to retain the fugitive in the teeth of his treaties with Henry, who was at that very time advancing money to him for his prospective voyage to Spain. He accordingly sent Suffolk back to Wageningen, where he was again in the Duke of Gelders' hands. Suffolk tried to escape, and then implored Philip to reclaim him; which apparently Philip did indirectly after receiving the last instalment of Henry's loan; whereupon Suffolk, coming into his hands again, was shut up in the castle of Namur.
But early in 1506, Philip and his Queen Juana, having set sail for Spain, were driven by tempest on the coast of England. Henry at once saw his advantage, hospitably received them at his Court/ and wrung from Philip not only the surrender of the unhappy Suffolk (whose life he promised to spare) but a very important commercial treaty with Flanders, which settled some long-standing tariff disputes in a way that the Flemings continually resented afterwards as unjust and onesided.
Meanwhile the deaths of Prince Arthur and the Queen had given rise to new marriage projects. As soon as the former event was known to Ferdinand and Isabel they sent a special ambassador to England empowered to demand repayment of the first instalment (all that was yet paid) of Katharine's dower, and that Katharine herself should be sent back to Spain, or, if Henry preferred it, to conclude a new marriage for her with his second son Henry, soon afterwards created Prince of Wales. This last was clearly their aim, and as early as September 24, 1502, a draft treaty for the new marriage was drawn up in England; but it was not concluded till June 23, 1503. Application was made to Rome for a dispensation, both by Spain and by England; but its issue was delayed first by the deaths of two Popes within one year, and then by the necessity of special enquiry into the case. A brief, ante-dated December 26, 1503, was at length sent to Spain for the satisfaction of Queen Isabel on her death-bed; and a bull, almost verbally the same, was afterwards issued with the same date. But, owing to continual disputes between Henry VII and Ferdinand, the marriage did not take place during the life of the former King.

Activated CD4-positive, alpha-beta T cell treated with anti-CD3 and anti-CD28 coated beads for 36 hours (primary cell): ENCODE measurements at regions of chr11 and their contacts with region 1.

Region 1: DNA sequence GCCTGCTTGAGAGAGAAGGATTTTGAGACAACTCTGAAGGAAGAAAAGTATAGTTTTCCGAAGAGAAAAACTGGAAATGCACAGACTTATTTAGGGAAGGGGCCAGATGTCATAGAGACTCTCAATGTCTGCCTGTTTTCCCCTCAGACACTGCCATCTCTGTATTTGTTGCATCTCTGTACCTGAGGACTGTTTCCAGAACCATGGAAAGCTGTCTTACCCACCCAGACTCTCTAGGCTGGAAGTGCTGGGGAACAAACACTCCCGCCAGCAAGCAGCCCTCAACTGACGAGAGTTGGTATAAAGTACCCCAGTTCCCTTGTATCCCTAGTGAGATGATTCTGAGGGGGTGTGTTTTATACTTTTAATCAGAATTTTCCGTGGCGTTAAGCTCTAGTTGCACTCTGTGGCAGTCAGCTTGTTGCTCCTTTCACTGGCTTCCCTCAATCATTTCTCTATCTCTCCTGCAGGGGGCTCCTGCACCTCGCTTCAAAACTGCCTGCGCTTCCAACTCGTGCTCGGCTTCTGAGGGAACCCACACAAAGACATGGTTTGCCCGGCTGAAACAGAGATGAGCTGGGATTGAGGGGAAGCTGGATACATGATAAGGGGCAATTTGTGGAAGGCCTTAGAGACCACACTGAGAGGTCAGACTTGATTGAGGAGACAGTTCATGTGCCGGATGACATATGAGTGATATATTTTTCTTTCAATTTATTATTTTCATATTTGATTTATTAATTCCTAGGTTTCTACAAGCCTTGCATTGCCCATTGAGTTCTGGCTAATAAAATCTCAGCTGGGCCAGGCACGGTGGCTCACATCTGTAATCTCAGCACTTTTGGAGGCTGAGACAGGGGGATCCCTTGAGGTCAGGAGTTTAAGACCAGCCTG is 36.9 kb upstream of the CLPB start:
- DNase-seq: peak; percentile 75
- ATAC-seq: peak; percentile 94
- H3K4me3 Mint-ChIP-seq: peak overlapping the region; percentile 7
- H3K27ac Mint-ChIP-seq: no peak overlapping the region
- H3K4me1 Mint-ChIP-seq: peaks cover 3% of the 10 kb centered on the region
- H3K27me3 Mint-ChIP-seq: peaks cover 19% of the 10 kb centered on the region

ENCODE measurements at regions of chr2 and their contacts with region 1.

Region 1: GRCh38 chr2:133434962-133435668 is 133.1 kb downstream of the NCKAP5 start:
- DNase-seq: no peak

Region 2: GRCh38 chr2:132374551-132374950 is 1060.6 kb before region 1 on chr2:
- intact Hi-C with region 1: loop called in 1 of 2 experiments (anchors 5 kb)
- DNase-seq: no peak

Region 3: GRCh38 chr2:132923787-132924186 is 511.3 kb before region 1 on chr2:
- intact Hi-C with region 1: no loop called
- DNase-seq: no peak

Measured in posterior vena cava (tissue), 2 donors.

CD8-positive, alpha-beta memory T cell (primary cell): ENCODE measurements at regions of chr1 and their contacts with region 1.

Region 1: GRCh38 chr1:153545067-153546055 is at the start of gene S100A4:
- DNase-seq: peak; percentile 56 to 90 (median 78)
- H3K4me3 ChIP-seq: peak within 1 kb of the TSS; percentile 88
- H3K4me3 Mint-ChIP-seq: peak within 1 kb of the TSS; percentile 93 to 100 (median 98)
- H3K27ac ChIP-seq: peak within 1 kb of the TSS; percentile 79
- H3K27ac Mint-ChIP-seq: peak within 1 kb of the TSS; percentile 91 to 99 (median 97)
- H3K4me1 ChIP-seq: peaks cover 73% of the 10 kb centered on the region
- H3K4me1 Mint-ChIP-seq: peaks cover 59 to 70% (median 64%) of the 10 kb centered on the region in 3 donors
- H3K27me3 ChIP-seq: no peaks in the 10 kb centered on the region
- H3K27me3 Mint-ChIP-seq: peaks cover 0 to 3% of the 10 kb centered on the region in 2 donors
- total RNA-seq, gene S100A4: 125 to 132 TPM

The fact that Katharine remained in England gave Henry a great advantage over Ferdinand in these diplomatic squabbles. When Henry found himself a widower in 1503, a shameful suggestion was brought forward that he might himself marry her instead of his son. It was probably meant only to alarm the Spanish Court, and Isabel tried to meet it by offering him as a bride her niece, Juana Queen of Naples, the younger of two dowager princesses who bore the same title and lived together at Valencia. After some time Henry asked for this lady's portrait, and when, on Isabel's death, he sent three gentlemen to Spain to ascertain what hold Ferdinand still had upon Castile, he commissioned/them also to visit the princess and to report, rather too minutely, on her personal qualities. Offers were further held out to